However, in our case, we present a patient who survived 11 months after being diagnosed with significant ependymal disease. This was remarkable compared to a median survival of 8–10 weeks from the literature (2, 20). Unfortunately, this patient ultimately succumbed to her disease and developed steroid dependent radiation necrosis along with associated side effects. Similar case reports reported long term survival outcome in patients with BRAF-mutated melanoma with LMD (21). Some case reports have demonstrated improvement in LMD after vemurafenib (22, 23). Interestingly, we noted that the longest median survival was attained in patients maintained on combination BRAF/MEK inhibitors after brain irradiation (21, 23). Combination treatment is needed as patients with symptomatic brain metastases need a rapid response to relieve symptoms which is attained by radiation. Maintenance BRAF/MEK inhibitors are needed to sustain the response. A recent report of 39 patients with melanoma with LMD showed mixed response to radiation and targeted therapy. The majority of patients had an extremely poor prognosis, as expected, however, targeted therapy helped to maintain CNS disease remission especially when used in combination with radiation therapy (24).
Our patient,despite having nodular ependymal disease, showed impressive brain control and overall survival after radiation and targeted therapy. Interestingly, she did not show evidence of gross disease involving her leptomeninges. Whether she had circulating tumor cells in her CSF is unclear. The course of disease in our patient suggests that ependymal disease does not necessarily lead to LMD. This study suggests that patients with ependymal disease in the absence of LMD may have a different natural history than those with LMD and therefore should be classified separately. Moreover, aggressive therapy with radiation and targeted therapy may offer relatively long-term disease control.
Metastatic melanoma with spread to the ependymal lining or leptomeninges is associated with very poor outcomes. Ependymal disease does not necessarily lead to LMD and may have more favorable outcomes. Our patient with BRAF-mutant melanoma survived for 11 months after diagnosis of nodular ependymal spread. Aggressive multimodality treatment with radiation therapy and targeted therapy should be considered for these patients.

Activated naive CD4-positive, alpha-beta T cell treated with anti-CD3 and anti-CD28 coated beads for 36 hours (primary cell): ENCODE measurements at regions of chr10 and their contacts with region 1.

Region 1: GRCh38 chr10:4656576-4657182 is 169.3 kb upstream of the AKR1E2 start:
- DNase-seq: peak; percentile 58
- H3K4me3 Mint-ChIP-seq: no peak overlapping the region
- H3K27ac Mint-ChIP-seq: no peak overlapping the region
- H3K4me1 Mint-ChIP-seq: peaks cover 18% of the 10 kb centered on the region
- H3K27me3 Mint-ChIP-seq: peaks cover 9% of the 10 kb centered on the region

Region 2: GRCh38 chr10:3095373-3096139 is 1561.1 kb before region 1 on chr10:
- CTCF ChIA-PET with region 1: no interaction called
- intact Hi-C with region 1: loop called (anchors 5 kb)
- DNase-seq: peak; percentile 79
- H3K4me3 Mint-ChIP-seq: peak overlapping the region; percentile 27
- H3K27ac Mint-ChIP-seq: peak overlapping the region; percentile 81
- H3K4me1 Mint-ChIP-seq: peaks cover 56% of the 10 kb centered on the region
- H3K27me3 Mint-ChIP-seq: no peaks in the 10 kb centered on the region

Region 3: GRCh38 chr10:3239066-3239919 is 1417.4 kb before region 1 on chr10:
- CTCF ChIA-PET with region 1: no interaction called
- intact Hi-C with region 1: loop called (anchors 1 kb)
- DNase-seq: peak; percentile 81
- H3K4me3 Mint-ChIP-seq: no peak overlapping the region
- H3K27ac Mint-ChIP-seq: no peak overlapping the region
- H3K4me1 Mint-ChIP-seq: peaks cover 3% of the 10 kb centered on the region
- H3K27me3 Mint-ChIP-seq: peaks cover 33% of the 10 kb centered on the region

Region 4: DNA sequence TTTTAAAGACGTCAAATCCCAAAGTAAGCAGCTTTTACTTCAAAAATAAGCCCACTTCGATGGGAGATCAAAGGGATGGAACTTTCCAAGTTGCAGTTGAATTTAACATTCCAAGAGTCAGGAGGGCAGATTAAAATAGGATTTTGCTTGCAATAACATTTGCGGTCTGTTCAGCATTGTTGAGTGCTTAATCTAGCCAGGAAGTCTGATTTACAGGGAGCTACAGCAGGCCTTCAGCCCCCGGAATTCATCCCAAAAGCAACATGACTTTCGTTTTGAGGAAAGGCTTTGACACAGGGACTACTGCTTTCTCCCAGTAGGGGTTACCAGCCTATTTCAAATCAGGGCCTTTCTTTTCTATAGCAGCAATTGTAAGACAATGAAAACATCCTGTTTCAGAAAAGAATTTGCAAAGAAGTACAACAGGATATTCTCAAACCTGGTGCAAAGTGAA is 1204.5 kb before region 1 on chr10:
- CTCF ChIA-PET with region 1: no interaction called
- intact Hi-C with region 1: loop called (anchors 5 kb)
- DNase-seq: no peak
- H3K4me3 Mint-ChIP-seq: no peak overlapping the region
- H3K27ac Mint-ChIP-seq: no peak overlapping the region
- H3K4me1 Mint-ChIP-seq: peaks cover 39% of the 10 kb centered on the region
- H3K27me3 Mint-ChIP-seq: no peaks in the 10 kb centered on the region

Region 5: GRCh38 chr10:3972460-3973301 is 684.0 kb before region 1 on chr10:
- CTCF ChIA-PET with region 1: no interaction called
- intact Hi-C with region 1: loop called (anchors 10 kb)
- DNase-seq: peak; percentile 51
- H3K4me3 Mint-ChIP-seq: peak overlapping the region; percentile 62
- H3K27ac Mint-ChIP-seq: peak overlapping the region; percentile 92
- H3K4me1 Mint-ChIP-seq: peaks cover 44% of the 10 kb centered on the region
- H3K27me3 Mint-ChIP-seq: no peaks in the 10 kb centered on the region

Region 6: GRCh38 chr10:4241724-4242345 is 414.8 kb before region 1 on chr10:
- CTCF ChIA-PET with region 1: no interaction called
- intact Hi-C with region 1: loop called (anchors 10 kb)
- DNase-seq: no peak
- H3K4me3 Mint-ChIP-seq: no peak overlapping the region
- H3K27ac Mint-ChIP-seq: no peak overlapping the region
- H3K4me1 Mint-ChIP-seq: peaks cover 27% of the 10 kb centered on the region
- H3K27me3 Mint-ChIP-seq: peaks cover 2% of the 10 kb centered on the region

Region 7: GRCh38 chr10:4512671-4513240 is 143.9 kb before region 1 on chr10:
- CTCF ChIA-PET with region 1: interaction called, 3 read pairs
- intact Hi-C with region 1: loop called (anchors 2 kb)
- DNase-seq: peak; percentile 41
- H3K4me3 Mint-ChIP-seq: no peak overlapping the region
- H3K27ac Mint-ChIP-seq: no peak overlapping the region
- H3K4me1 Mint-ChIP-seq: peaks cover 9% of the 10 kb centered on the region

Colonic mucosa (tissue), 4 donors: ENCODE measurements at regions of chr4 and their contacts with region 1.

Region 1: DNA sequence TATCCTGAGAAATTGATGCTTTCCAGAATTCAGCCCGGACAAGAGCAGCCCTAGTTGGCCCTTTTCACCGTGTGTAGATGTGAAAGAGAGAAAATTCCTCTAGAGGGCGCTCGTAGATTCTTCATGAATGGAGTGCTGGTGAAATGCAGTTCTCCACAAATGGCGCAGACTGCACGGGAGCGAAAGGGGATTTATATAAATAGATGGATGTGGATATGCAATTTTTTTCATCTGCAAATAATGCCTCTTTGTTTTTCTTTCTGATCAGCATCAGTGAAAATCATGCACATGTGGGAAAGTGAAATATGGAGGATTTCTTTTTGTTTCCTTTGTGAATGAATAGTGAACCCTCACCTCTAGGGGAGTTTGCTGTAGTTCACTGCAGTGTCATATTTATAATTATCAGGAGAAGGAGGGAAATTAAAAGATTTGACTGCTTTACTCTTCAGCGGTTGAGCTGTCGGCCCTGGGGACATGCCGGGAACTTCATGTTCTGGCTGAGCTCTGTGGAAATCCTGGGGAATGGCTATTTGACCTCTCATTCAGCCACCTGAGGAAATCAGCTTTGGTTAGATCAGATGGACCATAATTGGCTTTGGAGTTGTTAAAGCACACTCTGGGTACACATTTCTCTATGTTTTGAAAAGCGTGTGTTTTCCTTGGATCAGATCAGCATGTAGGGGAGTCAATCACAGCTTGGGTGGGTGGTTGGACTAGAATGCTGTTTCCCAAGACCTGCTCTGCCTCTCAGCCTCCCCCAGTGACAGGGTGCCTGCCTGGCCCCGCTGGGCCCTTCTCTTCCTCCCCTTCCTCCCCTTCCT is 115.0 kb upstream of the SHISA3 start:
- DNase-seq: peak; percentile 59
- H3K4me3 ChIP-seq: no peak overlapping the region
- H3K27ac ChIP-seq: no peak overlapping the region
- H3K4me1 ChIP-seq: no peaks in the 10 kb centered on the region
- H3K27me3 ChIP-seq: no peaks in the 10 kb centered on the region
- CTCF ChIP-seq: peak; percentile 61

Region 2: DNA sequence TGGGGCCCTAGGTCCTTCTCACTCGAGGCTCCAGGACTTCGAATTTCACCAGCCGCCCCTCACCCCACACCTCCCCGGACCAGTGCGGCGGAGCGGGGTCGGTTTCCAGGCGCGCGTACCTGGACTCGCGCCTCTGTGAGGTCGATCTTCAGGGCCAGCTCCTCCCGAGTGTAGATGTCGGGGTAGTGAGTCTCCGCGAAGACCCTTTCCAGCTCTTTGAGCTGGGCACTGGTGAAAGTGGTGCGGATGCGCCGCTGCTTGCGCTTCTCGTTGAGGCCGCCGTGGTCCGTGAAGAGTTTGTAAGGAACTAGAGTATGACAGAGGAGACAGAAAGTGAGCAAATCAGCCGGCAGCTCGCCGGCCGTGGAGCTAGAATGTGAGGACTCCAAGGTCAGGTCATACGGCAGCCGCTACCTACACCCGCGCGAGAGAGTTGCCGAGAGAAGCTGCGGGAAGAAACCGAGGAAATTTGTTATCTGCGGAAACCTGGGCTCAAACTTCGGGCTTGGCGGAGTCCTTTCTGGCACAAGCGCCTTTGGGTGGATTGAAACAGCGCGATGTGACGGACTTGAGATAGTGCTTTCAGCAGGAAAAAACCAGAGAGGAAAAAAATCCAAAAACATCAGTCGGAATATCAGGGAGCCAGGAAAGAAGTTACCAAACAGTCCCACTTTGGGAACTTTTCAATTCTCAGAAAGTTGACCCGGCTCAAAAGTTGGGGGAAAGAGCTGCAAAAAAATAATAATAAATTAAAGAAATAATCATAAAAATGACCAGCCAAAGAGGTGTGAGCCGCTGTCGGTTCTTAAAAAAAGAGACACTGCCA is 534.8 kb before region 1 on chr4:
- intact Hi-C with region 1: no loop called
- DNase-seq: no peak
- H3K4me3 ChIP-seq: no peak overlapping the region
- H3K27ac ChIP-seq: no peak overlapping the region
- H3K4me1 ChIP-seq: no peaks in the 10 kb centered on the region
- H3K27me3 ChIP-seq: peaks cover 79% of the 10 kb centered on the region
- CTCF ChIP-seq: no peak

Written consent from the patient's next of kin was obtained for publication of the case report.
IA-G summarizing the case and writing the paper. GHS, SC, EM, JS, AM, and MM reviewing and editing manuscript. JY revising, editing, and coordinating the manuscript.
This study is supported by the Cleveland Clinic.
Conflict of Interest Statement
The authors declare that the research was conducted in the absence of any commercial or financial relationships that could be construed as a potential conflict of interest.
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Keywords: melanoma, ependymal disease, leptomeningeal disease, whole brain radiation, radiosurgery, BRAF inhibitor, MEK inhibitor, brain metastasis
Citation: Abu-Gheida I, Chao S, Murphy E, Suh J, Stevens GH, Mohammadi AM, McNamara M and Yu JS (2019) Targeted Therapy After Brain Radiotherapy for BRAF-Mutated Melanoma With Extensive Ependymal Disease With Prolonged Survival: Case Report and Review of the Literature. Front. Oncol. 9:168. doi: 10.3389/fonc.2019.00168
Received: 05 September 2018; Accepted: 26 February 2019;
Published: 26 March 2019.
Edited by:Jethro Hu, Cedars-Sinai Medical Center, United States
Reviewed by:Sunit Das, St. Michael's Hospital, Canada
Brad E. Zacharia, Penn State Milton S. Hershey Medical Center, United States
Copyright © 2019 Abu-Gheida, Chao, Murphy, Suh, Stevens, Mohammadi, McNamara and Yu. This is an open-access article distributed under the terms of the Creative Commons Attribution License (CC BY). The use, distribution or reproduction in other forums is permitted, provided the original author(s) and the copyright owner(s) are credited and that the original publication in this journal is cited, in accordance with accepted academic practice. No use, distribution or reproduction is permitted which does not comply with these terms.
*Correspondence: Jennifer S. Yu, firstname.lastname@example.org
†Present Address: Ibrahim Abu-Gheida, Department of Radiation Oncology, University of Texas MD Anderson Cancer Center, Houston, TX, United States